The receiving station 12 is provided with a shelf 22 on which plate P may be supported and which is fixed to end wall 24 of the housing enclosing apparatus 10. End wall 24 has an opening 26 therein through which a'plate P may be inserted so as to be engaged between propelling roller 28 and back up roller 30 to transport plate P into the apparatus and into the dispensing station 14.

Propelling roller 28 and backup roller 30 are secured to shafts 32 and 34, respectively, and the ends of shafts 32 and 34 are rotatably mounted within the side plates 36 and 38 (see FIG. 2) of the housing enclosing apparatus 10. The shaft 32 of propelling roller 28 is driven, as will be explained more fully hereinafter, and the distance between rolls 28 and 30 is adjustable to accommodate plates P of varying thicknesses so that a plate passing through rolls 28 and 30 is frictionally engaged on each side by the peripheral surfaces of the rolls so that movement of plate P between rolls 28 and 30 drives the backup roll 30 at the same rotational speed as propelling roll 28.

Developing fluid dispensing station 14 is provided with an upper platen 40 and a lower platen 42 spaced apart so that a plate P may pass therebetween. The platens extend between side walls 36 and 38 to define an interior developing chamber 44 which is open at the forward and trailing ends of platens 40 and 42.

Platens 40 and 42 are substantially flat plate members and have forward portions 46 and 48, respectively, which are angled outwardly. Secured to the inner face of each angled segment 46 and 48 are flexible membranes 50 and 52, respectively, which extend inwardly between platens 40 and 42. The membranes 50 and 52 act as a dam to prevent developing fluid from exiting from developing chamber 44 but are sufficiently flexible to allow a plate P to be passed therebetween. When a plate P is passed between the membranes 50 and 52 the rearward segment of the membranes are pressed into intimate contact with the opposed surfaces of the plate by the pressure of the fluid within chamber 44 to form a fluid tight seal and thus preclude developing fluid from exiting chamber 44 at the forward end of the chamber.

The rearward portion of each platen 40 and 42 are provided with opposed internally facing buffer strips 54 and 56, respectively, which act as a restriction for the developing solution exiting from chamber 44 and serve as spacers to space the plate P from the opposed inner surfaces of each of the platens 40 and 42.

A developer fluid reservoir 58 formed by the side walls 36 and 38, bottom wall 60, end wall 62 and upstanding wall 64 is provided to store a supply of developer fluid. An outlet line 66 through wall 64 leads to the inlet end of a high volume positive displacement pump 68 and through outlet line 70 of pump 68 to branched lines 72 and 74. Line 72 leads to a manifold 76 fixed to the upper side of platen 40 and line 74 leads to a similar manifold 78 fixed to the underside of platen 40. The platens 40 and 42 are provided with suitable openings and 82, respectively, beneath the respective manifolds 76 and 78 to distribute developing fluid under pressure uniformly across the width of the platens.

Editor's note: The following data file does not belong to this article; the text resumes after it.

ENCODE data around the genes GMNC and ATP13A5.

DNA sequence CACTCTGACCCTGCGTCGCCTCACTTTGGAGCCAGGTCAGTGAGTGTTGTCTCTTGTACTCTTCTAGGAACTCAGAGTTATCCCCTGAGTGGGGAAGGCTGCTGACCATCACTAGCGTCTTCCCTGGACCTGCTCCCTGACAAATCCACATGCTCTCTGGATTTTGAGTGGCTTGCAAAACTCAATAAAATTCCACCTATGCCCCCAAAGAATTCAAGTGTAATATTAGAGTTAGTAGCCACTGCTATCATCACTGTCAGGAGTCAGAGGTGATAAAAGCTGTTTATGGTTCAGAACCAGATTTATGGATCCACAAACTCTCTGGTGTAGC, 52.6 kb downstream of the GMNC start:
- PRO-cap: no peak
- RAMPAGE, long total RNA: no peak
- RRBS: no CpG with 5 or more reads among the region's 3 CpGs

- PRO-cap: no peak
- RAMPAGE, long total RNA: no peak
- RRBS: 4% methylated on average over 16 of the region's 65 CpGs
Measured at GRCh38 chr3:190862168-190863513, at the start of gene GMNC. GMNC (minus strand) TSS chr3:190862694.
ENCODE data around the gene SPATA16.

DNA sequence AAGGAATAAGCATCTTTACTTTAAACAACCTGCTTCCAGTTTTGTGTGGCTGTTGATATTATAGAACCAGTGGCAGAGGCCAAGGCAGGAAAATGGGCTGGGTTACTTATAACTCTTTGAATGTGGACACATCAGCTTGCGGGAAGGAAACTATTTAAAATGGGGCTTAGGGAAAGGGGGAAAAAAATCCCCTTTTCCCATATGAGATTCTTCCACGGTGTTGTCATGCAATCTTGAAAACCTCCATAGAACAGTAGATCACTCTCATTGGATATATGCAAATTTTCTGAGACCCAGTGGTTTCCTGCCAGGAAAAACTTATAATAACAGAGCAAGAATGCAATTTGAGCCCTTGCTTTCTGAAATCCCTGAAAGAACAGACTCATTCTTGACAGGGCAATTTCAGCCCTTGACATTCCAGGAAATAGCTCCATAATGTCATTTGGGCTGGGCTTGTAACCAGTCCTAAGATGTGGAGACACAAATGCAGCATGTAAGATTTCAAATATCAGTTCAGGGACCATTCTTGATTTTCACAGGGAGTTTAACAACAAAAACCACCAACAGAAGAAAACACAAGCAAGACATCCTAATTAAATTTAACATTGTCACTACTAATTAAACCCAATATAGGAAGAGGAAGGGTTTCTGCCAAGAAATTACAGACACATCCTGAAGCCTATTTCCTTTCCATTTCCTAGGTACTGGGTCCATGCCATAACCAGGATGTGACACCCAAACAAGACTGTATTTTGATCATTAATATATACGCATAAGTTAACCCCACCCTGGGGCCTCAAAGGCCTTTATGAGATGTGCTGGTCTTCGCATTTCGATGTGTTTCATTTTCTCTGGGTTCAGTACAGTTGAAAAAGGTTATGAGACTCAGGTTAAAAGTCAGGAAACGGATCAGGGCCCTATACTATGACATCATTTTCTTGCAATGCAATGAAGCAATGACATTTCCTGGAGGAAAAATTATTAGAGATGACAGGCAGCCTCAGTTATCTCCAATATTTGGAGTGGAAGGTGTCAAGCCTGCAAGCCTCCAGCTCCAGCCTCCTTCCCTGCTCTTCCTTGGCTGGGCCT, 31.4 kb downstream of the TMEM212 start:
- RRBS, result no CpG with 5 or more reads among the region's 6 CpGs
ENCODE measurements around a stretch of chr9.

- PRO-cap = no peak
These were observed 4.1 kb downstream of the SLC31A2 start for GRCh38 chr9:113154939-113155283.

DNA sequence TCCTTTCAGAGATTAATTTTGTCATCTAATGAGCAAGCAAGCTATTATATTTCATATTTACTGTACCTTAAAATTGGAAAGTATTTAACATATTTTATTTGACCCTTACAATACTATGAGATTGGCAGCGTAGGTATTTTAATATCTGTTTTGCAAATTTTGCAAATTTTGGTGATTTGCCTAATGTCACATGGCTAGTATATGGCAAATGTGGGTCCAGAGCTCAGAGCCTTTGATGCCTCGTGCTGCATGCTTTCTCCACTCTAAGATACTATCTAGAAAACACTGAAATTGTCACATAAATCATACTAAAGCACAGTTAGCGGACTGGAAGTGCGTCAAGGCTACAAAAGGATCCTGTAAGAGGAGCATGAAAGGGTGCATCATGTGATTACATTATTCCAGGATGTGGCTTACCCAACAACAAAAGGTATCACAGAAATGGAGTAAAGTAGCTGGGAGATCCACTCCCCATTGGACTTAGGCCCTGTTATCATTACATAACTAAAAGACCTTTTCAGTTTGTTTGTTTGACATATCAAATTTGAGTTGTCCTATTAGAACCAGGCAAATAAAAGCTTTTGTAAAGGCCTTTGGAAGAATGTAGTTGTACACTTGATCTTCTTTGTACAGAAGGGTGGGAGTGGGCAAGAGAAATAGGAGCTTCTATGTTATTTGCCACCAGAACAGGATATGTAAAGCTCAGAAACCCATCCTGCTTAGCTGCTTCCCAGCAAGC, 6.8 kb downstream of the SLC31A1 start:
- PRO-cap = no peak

Pump 68 is adapted to deliver developing fluid to chamber 44 under pressure of from 5 to 40 psi. and the openings 80 and 82 are oriented so that the developing fluid is delivered to chamber 44 so that it impinges upon a plate P within the chamber at substantially to the path of plate travel through the chamber. Pump 68 has sufficient overcapacity and pressure development capability to fill chamber 44 almost immediately and to maintain the chamber filled with developing fluid as a plate P is transported therethrough. The developing fluid runoff from the rear of chamber 44 is collected in reservoir 58 to be recycled to chamber 44. Suitable provision may be made to check the chemical activity of the developer fluid and replenish the supply to maintain the desired concentration for adequate developing of the lithographic plates.

The buffer strips 54 and 56 maintain a slight contacting pressure against opposed surfaces of the plate P and allow for a build up of a liquid level to contact the exposed surfaces of the plate to insure complete wetting of the plate in chamber 44.

After the plate P passes through the developer dispensing station 14 it is guided through the scrubbing station 16. Scrubbing station 16 includes an upper cylindrical brush roller 84 and a lower cylindrical brush roller 86 mounted on shafts 88 and 90, respectively, and the rollers are spaced so as to provide for intimate contact for the bristles of the two brush roller surfaces on the opposed surfaces of a plate P passed therebetween. Brushes 84 and 86 are constructed preferably of high density nylon or polypropylene bristles of from 0.002 to 0.010 inch diameter but may be also flat brushes, sponges or pads, or cloth covered rollers.

As best seen in FIG. 3, rollers 84 and 86 are respectively rotatably mounted on shafts 88 and 90 and are fixed in relative position on shafts 88 and 90 by end cap members 92 and 94. The shafts 88 and 90 are slidably disposed through axially aligned through bores 96 and 98 in side plates 36 and 38 of the housing and one end of each shaft 88 and 90 is provided with an extending lug member 100 and 102, respectively.